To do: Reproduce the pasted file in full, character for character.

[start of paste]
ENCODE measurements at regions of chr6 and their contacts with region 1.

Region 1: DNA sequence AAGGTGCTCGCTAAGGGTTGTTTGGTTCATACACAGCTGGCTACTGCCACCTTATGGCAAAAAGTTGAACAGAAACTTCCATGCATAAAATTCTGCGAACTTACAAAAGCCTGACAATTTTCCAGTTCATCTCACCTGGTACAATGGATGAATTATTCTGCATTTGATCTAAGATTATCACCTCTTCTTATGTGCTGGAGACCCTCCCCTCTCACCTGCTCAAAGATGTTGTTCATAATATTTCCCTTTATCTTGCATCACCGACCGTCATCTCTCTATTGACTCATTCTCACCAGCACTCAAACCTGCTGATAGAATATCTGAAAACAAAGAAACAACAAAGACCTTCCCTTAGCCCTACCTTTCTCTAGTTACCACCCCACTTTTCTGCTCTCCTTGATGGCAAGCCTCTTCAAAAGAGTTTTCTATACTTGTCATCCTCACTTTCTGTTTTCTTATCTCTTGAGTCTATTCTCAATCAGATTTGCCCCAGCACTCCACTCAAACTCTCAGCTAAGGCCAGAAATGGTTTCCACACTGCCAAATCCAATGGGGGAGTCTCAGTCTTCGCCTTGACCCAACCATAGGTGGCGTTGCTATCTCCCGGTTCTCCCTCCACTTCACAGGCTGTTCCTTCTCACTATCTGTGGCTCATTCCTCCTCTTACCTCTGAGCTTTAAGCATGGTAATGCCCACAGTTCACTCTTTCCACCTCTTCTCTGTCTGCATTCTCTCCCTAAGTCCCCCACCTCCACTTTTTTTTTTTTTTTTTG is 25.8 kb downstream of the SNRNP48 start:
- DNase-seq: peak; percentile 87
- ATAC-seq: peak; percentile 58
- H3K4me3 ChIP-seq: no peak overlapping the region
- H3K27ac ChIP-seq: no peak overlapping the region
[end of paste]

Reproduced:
ENCODE measurements at regions of chr6 and their contacts with region 1.

Region 1: DNA sequence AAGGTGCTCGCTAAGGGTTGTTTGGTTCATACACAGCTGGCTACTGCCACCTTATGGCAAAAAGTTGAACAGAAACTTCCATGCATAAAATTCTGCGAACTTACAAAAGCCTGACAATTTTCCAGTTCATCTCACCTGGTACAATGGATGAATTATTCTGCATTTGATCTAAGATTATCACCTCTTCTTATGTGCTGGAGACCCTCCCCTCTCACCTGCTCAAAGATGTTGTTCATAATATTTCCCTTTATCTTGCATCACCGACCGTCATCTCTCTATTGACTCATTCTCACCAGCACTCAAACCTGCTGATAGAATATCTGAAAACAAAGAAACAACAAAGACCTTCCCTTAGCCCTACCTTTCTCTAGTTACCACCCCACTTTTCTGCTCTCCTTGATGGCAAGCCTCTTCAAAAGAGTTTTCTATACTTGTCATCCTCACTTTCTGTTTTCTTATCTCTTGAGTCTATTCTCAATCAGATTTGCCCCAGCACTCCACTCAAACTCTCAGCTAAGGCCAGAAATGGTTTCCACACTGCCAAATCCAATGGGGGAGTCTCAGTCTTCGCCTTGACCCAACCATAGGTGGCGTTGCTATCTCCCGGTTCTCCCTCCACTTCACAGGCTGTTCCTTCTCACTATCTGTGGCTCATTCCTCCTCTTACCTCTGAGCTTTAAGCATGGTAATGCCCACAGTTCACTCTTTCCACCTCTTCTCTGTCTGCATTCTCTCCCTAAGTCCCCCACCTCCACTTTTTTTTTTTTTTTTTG is 25.8 kb downstream of the SNRNP48 start:
- DNase-seq: peak; percentile 87
- ATAC-seq: peak; percentile 58
- H3K4me3 ChIP-seq: no peak overlapping the region
- H3K27ac ChIP-seq: no peak overlapping the region